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Starbucks ties up with Alibaba for China coffee delivery to revive sales
[SHANGHAI] Starbucks Corp is partnering Alibaba to deliver its coffee in Chinese cities, betting the move will revive sales growth in its second-largest market that is witnessing aggressive competition from local coffee startups.
Starbucks flagged in June that it was pursuing such a tie-up after reporting a sudden slowdown in China sales growth, which it partly blamed on a government crackdown on third-party delivery firms that had previously helped drive orders at its cafes.
"We quickly saw that here is a world class technology company... that's focused on retail and modern day retail," Starbucks chief executive Kevin Johnson told reporters in Shanghai.
"I consider this strategic partnership to be one that... will just be rocket fuel for Starbucks' growth and continued expansion in China," he said.
The Seattle-based company will begin delivery services in September from 150 Starbucks stores located in key trade zones in Beijing and Shanghai and plans to expand that to more than 2,000 stores across 30 cities by the end of 2018, Starbucks and Alibaba said in a joint statement on Thursday.
The companies will collaborate across businesses within the Alibaba group, including delivery platform Ele.me, supermarket chain Hema, online retailers Tmall and Taobao, and mobile and online payment platform Alipay.
The delivery program will leverage Ele.me's three million registered riders, and Starbucks will establish "Starbucks Delivery Kitchens" inside Hema stores and use the supermarket's delivery system to fulfil Starbucks delivery orders.
Mr Johnson said that some parts of the agreement were exclusive, while others were not, but declined to give details. Starbucks China CEO Belinda Wong said later that the Ele.me tie-up was exclusive.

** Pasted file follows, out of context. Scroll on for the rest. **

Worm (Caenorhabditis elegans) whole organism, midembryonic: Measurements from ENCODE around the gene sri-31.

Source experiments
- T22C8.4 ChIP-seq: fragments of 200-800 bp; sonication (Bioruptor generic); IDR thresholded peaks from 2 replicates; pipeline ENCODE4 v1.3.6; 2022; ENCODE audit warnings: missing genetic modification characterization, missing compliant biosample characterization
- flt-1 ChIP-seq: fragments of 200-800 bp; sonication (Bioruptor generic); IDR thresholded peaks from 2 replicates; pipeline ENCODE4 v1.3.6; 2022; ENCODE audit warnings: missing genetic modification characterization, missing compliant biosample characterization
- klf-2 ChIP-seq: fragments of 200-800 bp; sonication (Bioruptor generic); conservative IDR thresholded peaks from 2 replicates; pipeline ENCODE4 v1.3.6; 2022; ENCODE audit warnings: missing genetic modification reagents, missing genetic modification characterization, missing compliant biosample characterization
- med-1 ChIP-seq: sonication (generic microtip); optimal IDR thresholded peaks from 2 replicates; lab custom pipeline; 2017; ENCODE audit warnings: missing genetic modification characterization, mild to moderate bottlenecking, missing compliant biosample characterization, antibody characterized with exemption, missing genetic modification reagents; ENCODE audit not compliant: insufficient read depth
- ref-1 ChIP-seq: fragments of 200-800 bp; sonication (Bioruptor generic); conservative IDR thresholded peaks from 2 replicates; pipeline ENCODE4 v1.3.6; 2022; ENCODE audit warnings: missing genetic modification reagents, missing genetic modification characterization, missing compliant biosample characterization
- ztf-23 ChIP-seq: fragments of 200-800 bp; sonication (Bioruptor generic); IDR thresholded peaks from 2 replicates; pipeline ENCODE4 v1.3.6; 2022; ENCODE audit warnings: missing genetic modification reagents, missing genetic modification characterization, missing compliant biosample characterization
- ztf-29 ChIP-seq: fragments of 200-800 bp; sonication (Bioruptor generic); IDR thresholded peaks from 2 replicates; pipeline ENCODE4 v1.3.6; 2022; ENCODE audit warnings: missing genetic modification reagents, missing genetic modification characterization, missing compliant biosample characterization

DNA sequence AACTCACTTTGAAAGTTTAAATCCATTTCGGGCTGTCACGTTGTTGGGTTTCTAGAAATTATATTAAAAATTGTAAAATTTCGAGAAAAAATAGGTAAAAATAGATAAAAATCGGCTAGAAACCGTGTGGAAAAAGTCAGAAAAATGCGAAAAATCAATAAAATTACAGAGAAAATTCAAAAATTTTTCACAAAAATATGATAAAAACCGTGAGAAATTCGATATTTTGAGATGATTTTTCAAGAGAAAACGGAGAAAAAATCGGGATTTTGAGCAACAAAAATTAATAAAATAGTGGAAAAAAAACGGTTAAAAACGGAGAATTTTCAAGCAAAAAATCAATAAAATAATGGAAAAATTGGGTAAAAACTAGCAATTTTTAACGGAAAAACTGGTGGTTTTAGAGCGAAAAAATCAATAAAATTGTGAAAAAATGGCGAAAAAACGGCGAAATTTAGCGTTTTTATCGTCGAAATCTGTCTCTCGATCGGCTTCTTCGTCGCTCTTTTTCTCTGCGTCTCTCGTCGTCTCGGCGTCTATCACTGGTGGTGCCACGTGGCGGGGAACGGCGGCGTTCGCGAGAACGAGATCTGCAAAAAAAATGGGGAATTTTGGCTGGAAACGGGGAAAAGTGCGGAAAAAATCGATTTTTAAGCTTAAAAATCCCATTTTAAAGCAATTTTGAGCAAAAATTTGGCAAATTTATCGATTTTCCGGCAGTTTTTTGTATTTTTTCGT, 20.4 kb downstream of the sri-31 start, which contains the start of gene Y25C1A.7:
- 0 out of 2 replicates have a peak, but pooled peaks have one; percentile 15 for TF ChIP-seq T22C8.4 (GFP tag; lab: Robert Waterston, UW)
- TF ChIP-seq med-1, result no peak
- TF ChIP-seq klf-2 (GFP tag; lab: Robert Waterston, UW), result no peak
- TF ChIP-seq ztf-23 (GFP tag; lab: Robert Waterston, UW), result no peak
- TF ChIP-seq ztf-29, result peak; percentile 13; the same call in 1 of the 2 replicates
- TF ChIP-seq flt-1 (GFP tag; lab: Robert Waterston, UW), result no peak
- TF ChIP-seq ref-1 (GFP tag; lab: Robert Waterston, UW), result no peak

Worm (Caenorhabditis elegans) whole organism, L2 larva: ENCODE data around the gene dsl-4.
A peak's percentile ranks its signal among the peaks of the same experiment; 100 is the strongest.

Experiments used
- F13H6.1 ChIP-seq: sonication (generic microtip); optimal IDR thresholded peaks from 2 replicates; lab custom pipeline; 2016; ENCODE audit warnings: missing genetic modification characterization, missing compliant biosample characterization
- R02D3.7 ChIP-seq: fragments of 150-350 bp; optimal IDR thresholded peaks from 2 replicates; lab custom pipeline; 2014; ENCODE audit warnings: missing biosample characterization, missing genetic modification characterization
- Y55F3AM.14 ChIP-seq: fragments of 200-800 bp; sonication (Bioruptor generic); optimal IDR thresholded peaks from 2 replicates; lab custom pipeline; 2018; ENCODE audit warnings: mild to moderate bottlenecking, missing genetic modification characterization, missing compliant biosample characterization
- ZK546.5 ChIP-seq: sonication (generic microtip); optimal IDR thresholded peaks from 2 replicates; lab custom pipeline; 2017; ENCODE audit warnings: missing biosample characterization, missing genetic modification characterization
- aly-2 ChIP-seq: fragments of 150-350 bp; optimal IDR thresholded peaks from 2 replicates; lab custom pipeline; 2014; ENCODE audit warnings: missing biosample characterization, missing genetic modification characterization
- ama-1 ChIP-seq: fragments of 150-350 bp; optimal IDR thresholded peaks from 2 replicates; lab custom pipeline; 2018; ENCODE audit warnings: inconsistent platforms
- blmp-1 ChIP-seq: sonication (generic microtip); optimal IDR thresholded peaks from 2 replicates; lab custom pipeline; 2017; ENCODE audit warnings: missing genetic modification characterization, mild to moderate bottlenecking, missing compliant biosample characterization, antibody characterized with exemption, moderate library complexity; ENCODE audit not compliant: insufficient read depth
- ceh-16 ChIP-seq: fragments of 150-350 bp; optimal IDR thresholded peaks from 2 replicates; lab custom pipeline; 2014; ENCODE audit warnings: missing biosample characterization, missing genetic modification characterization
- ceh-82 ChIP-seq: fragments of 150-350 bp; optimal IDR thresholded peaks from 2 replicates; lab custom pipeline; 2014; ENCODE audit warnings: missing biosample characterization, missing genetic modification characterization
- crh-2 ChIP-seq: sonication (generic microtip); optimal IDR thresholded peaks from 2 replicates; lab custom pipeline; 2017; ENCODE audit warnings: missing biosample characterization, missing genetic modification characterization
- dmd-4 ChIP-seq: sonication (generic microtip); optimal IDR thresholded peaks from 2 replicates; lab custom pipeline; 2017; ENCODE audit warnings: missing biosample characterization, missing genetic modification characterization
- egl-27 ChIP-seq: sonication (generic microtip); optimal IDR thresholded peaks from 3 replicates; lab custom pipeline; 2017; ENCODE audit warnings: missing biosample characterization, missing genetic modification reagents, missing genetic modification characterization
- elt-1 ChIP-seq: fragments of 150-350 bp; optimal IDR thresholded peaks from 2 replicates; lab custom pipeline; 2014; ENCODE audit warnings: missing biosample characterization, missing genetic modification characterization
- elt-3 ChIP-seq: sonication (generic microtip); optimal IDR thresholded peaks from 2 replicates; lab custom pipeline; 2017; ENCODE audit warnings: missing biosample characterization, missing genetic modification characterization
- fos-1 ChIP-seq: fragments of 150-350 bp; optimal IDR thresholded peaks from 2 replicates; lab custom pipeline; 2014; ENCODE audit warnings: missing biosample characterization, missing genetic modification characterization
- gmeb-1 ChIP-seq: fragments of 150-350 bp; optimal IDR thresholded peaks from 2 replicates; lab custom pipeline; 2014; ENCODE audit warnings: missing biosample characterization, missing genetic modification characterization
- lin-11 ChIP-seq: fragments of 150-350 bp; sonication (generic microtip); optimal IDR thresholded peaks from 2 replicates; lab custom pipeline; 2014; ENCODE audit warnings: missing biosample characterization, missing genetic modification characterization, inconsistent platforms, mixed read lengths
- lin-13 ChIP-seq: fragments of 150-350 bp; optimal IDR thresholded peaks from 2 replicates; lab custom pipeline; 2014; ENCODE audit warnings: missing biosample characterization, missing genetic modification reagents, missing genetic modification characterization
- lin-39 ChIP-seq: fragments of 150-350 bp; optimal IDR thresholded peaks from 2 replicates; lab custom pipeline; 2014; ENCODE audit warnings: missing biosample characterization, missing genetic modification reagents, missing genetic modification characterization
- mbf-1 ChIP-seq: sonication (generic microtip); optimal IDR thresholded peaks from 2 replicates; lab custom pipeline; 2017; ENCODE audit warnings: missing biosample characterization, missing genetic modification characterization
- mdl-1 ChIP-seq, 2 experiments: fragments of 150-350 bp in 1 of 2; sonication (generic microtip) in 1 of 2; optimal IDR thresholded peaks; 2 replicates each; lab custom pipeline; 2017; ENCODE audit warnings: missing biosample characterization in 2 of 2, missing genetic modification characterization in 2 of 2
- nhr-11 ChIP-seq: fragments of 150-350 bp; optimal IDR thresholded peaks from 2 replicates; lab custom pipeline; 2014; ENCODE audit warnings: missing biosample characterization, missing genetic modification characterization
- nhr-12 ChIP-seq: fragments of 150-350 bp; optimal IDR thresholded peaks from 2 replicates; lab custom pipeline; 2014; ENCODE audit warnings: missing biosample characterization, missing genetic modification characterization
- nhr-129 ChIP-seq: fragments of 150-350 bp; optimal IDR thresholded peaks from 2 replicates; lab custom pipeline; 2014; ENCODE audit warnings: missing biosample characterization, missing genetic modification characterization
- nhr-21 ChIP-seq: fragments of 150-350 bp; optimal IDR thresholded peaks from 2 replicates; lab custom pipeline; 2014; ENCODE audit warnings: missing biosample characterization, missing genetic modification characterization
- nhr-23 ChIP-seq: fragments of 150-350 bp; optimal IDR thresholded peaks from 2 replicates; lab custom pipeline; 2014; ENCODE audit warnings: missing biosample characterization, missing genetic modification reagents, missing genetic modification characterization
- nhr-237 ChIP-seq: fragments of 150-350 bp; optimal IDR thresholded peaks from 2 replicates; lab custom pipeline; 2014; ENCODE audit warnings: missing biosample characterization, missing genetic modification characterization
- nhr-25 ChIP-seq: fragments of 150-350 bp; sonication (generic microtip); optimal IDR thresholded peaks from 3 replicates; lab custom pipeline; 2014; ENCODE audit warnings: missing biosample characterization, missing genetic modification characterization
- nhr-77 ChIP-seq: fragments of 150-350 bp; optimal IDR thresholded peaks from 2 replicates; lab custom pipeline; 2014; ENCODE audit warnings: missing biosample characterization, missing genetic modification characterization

The tie-up had been discussed for more than a year, Starbucks and Alibaba said. They did not give any financial details of the partnership.
Alibaba group CEO Daniel Zhang said there was a plan to set up Starbucks delivery kitchens in all Hema stores in the future, but he did not give a timeline.
China has offered Starbucks rich pickings in recent years, thanks to a burgeoning cafe culture which has helped offset growing saturation in the United States. It has 3,400 stores in the country and plans to almost double that number by 2022.
But it is coming under increasing pressure from local companies such as Luckin Coffee, which has expanded rapidly on the back of a supercharged growth plan based on cheap delivery, online ordering, big discounts and premium pay for its staff.
Starbucks' shares fell steeply in June after the company said it expected slowing sales growth in China. Last week it announced a 2 per cent slide in quarterly same-store sales for China, a steep fall versus 7 per cent growth a year earlier.
Before the deal, Starbucks had no formal online delivery in China where Ele.me competes with Meituan-Dianping, which is backed by gaming giant Tencent Holdings Ltd.
Instead, unapproved third-party delivery services had filled that gap by placing large Starbucks orders for delivery to their own customers, often resulting in long store queues. Analysts have said that making a delivery arrangement official would likely push up costs for Starbucks.
Ele.me CEO Wang Lei said that the plan is to deliver Starbucks orders within half an hour.
Andrew Atkinson, marketing manager at Shanghai-based research and marketing consultancy China Skinny, told Reuters on Wednesday that such a partnership was a "natural response to one of (Starbucks') first major challenges" in China.
"And it's really becoming now that if you're not on one of these apps you're missing out a huge opportunity," he said.
The partnership was also likely a win for internet giant Alibaba which has been pushing hard to expand Ele.me since it fully acquired the company in April, he said.